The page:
Even with these assurances, the majority of firms in both sectors are relatively negative about the economic prospects of independence. Specifically, a majority of firms in both sectors do not see any opportunities associated with independence. Across all of the sectors in our survey, 47 per cent of firms did not see any opportunities: the proportions for finance (55 per cent) and oil & gas (53 per cent) seem to suggest that these sectors take a less optimistic view than the rest of Scottish businesses about the opportunities associated with independence.
Much smaller proportions, 10 per cent in finance and 18 per cent in oil and gas, believe that there are no risks associated with independence. Oil & gas is somewhat less likely to identify risks than is the finance sector, perhaps because of its greater linkage to markets outside the UK. Nevertheless, both sectors were more likely to identify risks than were Scottish businesses as a whole, of whom 23 per cent felt there were no risks associated with independence.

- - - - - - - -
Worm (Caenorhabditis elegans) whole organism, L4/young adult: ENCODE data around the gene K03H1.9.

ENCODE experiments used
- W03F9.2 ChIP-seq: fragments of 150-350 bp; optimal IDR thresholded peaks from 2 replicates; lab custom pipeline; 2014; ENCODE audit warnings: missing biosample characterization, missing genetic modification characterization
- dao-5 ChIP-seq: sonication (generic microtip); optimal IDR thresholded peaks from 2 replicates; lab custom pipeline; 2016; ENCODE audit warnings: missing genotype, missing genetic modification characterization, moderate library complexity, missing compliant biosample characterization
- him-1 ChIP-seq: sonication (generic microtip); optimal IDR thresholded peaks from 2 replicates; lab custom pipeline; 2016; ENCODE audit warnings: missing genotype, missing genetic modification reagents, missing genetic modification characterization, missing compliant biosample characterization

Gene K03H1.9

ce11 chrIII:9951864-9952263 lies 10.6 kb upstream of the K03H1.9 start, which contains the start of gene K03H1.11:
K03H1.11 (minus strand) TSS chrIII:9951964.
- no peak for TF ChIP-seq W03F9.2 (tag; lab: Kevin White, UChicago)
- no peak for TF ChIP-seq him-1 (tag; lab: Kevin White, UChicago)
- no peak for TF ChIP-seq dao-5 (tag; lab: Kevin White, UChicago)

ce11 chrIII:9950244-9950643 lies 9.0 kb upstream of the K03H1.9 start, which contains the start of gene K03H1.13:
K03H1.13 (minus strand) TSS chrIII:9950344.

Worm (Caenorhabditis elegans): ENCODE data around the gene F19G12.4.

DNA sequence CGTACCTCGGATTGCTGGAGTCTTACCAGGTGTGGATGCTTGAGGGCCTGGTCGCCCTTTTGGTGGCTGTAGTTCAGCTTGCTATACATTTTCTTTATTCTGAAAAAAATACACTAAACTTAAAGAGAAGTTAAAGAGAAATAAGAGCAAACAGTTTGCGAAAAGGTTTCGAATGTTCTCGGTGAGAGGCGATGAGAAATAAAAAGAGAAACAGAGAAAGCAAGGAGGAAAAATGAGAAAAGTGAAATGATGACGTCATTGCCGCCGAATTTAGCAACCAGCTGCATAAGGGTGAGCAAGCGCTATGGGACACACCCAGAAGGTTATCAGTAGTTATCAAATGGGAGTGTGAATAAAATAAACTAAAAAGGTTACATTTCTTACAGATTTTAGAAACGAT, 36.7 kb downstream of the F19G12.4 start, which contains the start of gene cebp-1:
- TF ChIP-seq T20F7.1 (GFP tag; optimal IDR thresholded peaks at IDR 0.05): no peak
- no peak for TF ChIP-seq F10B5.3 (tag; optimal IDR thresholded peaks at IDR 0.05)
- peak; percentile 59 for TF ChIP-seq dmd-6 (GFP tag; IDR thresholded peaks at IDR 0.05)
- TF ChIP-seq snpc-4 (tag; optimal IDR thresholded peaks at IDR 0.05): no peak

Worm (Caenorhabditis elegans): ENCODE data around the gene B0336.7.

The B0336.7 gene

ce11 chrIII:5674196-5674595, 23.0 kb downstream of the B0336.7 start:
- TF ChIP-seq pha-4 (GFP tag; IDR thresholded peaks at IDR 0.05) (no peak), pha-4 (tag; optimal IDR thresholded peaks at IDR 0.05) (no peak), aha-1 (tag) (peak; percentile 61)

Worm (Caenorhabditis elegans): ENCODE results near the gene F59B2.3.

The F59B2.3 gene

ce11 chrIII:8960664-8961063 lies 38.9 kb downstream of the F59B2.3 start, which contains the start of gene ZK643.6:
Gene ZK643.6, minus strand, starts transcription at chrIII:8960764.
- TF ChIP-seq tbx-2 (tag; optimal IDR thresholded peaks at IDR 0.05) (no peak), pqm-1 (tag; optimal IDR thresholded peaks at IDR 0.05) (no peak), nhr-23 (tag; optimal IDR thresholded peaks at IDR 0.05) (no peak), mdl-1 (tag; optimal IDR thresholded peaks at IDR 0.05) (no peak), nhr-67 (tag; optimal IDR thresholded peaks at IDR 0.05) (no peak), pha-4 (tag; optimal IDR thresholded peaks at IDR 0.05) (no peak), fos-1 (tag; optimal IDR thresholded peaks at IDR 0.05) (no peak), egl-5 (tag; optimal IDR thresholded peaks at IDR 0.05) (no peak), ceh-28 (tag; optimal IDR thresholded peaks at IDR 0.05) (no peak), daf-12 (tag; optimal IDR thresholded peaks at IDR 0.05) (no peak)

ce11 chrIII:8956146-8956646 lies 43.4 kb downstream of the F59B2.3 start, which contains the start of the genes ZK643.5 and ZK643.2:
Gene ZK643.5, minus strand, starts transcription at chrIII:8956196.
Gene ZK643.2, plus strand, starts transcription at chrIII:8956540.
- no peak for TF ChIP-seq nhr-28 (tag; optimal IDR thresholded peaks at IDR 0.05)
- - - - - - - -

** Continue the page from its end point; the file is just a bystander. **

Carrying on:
The major risk identified by both industries is the uncertainty associated with the nature and length of the independence process. This issue is of particular concern to the finance industry, where changes in regulation and/or monetary arrangements might place them at a competitive disadvantage relative to firms operating in other parts of the UK.
The majority of firms in finance and oil & gas maintain a list of the risks that the firm faces and possible mitigation strategies. This is known as a risk register. Firms in the oil & gas sector were less likely than those in finance to include the possibility of Scottish independence as a business risk.
Businesses were given a number of options and asked “How important do you rate these issues in relation to independence for your business?” Currency was rated as “Extremely important” by 73 per cent of responding firms in the finance sector. This was a much higher share than the 53 per cent of oil & gas industry respondents who also rated currency as “Extremely important”. The oil & gas share was similar to that of the sample as a whole, of whom 55 per cent rated currency as “Extremely important”. The finance sector’s particular concerns are likely to largely stem from the risk of not sharing a currency with rUK and consequent threats to its costs and competitiveness.